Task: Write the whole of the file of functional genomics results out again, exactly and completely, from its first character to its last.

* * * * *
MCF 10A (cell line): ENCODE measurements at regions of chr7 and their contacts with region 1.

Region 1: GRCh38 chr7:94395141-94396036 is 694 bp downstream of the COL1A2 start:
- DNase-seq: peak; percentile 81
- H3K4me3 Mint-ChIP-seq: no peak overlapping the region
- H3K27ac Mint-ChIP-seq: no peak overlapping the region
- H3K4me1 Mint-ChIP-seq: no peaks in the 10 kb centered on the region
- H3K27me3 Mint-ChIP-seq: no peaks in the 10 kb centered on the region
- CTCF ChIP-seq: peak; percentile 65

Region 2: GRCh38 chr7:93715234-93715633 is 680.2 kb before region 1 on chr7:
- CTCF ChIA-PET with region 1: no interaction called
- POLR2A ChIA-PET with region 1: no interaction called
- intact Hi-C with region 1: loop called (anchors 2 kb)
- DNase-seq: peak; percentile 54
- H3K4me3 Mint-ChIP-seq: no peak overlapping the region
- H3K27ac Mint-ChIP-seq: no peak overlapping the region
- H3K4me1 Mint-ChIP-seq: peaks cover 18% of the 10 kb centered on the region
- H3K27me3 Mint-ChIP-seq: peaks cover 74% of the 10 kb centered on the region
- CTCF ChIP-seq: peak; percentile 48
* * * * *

MCF 10A (cell line): ENCODE measurements at regions of chr7 and their contacts with region 1.

Region 1: GRCh38 chr7:94395141-94396036 is 694 bp downstream of the COL1A2 start:
- DNase-seq: peak; percentile 81
- H3K4me3 Mint-ChIP-seq: no peak overlapping the region
- H3K27ac Mint-ChIP-seq: no peak overlapping the region
- H3K4me1 Mint-ChIP-seq: no peaks in the 10 kb centered on the region
- H3K27me3 Mint-ChIP-seq: no peaks in the 10 kb centered on the region
- CTCF ChIP-seq: peak; percentile 65

Region 2: GRCh38 chr7:93715234-93715633 is 680.2 kb before region 1 on chr7:
- CTCF ChIA-PET with region 1: no interaction called
- POLR2A ChIA-PET with region 1: no interaction called
- intact Hi-C with region 1: loop called (anchors 2 kb)
- DNase-seq: peak; percentile 54
- H3K4me3 Mint-ChIP-seq: no peak overlapping the region
- H3K27ac Mint-ChIP-seq: no peak overlapping the region
- H3K4me1 Mint-ChIP-seq: peaks cover 18% of the 10 kb centered on the region
- H3K27me3 Mint-ChIP-seq: peaks cover 74% of the 10 kb centered on the region
- CTCF ChIP-seq: peak; percentile 48